|I was born in the south of Ireland, in County Kerry, in 1945. I was the oldest of five children in a poor but honest, hard working family. Horses were used for everything on the farm during my young years. A pony was used for taking the milk to the creamery every morning and for taking the family to mass on Sunday. The area where I was born was at the foot of the McGuillicuddy Reeks mountains, a very beautiful part of Kerry. This is where the tourist flock to every year to go through the famous Gap of Dunloe, which has to be done on horseback also. So, no tractors yet in my young life. When I was ten years old, my family moved to the middle of the county, where I attended the monastery school and got involved in sports. Us kids had to do whatever we could to make a shilling. The summer I was 11, a middle aged farmer came to the door looking for help for the summer. I started working for him right away, and in those days, pay wasn’t discussed up front. You were happy to get a job. Thus, the first time you got paid was an adventure. The first time I got paid was in the dark of night, out by the hay shed, and the money was in a small, brown paper bag; and it jingled, which was a bad sign. If it was paper money, you had a chance. Anyway, I came home and spilled my brown paper bag on the kitchen table, and I was very disappointed. Very little money for a lot of hard, long hours. |
The two things that brought me back to the farm the following Monday was the beautiful young redhead that the farmer had married. This had been an arranged marriage, so an 18 year old girl married a 50-something year old man, whom she barely knew. The second thing was the FERGUSON TVO tractor, which I saw in the hay shed. Looking back, I’m not sure which was number one and which was number two. I think it was the tractor, but then, I was only 11. I learned a lot about my new love that summer. The chickens used to sleep on the hood of it at night and I hated to wake them in the morning. I would switch on the petrol tank and let it heat up before switching over to TVO. I was then set for the day. I wouldn’t stop all day except for dinner time. The farmer knew the workings of the internal combustion engine, so he taught me all he knew. I also showed safe habits for someone so young, so I would be cutting hay all day. I was alone in the beautiful fresh air with my thoughts and the sound of the FERGUSON, which was music to my ears. The days are long in Ireland in the summer time, so if it was hay time, we might be in the fields until 10;30 at night.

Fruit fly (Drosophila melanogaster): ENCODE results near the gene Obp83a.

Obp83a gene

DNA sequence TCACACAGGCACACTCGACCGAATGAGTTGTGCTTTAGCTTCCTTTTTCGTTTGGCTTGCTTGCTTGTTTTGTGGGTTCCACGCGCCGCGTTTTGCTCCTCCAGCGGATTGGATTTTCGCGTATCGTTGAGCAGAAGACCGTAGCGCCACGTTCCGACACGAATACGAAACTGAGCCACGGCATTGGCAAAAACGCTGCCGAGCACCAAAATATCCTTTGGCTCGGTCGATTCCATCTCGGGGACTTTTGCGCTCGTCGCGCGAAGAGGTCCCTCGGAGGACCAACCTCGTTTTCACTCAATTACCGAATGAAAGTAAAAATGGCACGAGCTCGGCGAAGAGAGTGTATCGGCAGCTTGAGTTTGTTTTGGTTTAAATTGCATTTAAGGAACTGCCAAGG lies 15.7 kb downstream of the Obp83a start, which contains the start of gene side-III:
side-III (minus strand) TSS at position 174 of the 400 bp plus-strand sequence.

They grew wheat, oats, and barley as grain crops in those days. And as the days got shorter, the threshing machine would pull into the yard on an evening and set up for early start the following morning. This was powered by a FORDSON MAJOR tractor with a big belt which ran from pulley to pulley on each machine. Every farmer would help each other, so there might be 20 men working together on this day. Us younger lads were given safe, easy jobs away from the turning belts and drums, and if you didn’t listen to the men in the group, you would get a slap in the ear to remind you that this was dangerous work. The evening, there would be plenty food prepared by the women in the group working together. The men would have a few beers and maybe an accordion or fiddle would be played as everyone would sit outside after a job well done. These were the days of my youth when I think I prepared for what kind of a man I would be when I grew up. I watched the man in charge of the thresher machine, as he walked around all day, oiling bearings, adding water to the tractor. He was in charge without saying a word and everyone in the farm yard followed his directions. I soaked in this wonderful atmosphere of big men, small men, and young lads like myself, all working together, getting the job done without fuss or argument. I’m glad I had these first few years of the way it was because it changed in a hurry. In a few years, the combine harvester came, and the days of the thresher machine and the big gangs of men were history. At this time began mass immigration from Ireland. Many went to England, worked tunnels, subways, and major construction jobs were begging for men who could use a shovel or pick axe. A lot of the best men did piece work in England and made a lot of money. So, the word came home to Ireland that there’s plenty work for hardy boys off the farm. My Mom, who was very well read but with little formal education, had other ideas. She said, “No sons of mine are going to end up at the end of a shovel in England. ” It sounded like a threat, but I would wait and see. When I got to be 15, I worked that winter in the woods in West Kerry by the town of Dingle. I worked for a man who sold firewood. We drew the timber out of the woods with ENUFFIELD tractor. This was the first diesel tractor I ever drove. I loved the power of it, but in the back of my mind, I still loved the quick response of the FERGUSON. So, the years when I was 16 and 17, I spent back on the farm, but I knew that I was not destined to spend my life in Ireland. I was a good worker and needed no supervision, but the money was awful. Besides, my Dad had had a heart attack, and this changed my thinking. I always thought him to be invincible, a powerful figure of a man who didn’t say much. Just a look from him was enough in unruly situations.